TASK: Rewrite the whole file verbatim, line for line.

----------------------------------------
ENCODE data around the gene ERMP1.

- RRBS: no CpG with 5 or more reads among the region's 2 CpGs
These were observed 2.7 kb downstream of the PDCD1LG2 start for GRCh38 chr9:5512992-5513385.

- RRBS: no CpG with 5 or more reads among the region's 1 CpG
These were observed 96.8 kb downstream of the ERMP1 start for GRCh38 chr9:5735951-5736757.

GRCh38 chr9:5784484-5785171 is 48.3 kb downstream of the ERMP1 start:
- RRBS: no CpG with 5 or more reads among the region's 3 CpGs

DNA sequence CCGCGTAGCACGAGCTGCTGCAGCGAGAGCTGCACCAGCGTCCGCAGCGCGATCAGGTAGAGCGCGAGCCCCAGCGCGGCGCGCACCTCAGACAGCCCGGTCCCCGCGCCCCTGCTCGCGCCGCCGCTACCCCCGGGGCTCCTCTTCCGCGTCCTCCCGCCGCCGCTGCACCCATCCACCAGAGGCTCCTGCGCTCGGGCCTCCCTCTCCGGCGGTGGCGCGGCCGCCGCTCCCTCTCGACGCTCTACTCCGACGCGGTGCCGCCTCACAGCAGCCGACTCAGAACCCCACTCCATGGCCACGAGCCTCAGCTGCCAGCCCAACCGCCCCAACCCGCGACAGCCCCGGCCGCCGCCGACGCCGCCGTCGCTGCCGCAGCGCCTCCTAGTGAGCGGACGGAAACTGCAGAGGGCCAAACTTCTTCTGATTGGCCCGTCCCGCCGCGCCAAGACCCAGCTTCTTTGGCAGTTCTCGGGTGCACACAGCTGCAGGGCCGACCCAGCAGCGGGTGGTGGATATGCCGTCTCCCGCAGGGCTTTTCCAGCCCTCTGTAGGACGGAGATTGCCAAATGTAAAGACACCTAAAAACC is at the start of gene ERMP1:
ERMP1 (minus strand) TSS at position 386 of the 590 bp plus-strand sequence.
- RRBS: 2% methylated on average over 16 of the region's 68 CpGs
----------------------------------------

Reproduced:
ENCODE data around the gene ERMP1.

- RRBS: no CpG with 5 or more reads among the region's 2 CpGs
These were observed 2.7 kb downstream of the PDCD1LG2 start for GRCh38 chr9:5512992-5513385.

- RRBS: no CpG with 5 or more reads among the region's 1 CpG
These were observed 96.8 kb downstream of the ERMP1 start for GRCh38 chr9:5735951-5736757.

GRCh38 chr9:5784484-5785171 is 48.3 kb downstream of the ERMP1 start:
- RRBS: no CpG with 5 or more reads among the region's 3 CpGs

DNA sequence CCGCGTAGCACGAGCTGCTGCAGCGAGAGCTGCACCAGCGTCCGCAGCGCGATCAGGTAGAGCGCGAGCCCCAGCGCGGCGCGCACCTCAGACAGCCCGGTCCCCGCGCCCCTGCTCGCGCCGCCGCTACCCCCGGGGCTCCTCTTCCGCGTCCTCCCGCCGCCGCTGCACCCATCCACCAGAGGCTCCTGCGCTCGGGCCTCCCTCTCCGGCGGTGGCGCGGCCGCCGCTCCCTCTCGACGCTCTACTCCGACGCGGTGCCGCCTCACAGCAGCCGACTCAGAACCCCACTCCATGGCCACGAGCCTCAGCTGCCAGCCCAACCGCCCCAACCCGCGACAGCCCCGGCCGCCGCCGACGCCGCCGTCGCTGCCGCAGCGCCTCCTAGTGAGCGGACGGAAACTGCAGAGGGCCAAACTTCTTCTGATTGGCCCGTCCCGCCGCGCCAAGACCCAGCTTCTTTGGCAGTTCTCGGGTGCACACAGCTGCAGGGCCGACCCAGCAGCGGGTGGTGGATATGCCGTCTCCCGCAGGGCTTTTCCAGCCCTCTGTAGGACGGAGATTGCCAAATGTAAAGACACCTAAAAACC is at the start of gene ERMP1:
ERMP1 (minus strand) TSS at position 386 of the 590 bp plus-strand sequence.
- RRBS: 2% methylated on average over 16 of the region's 68 CpGs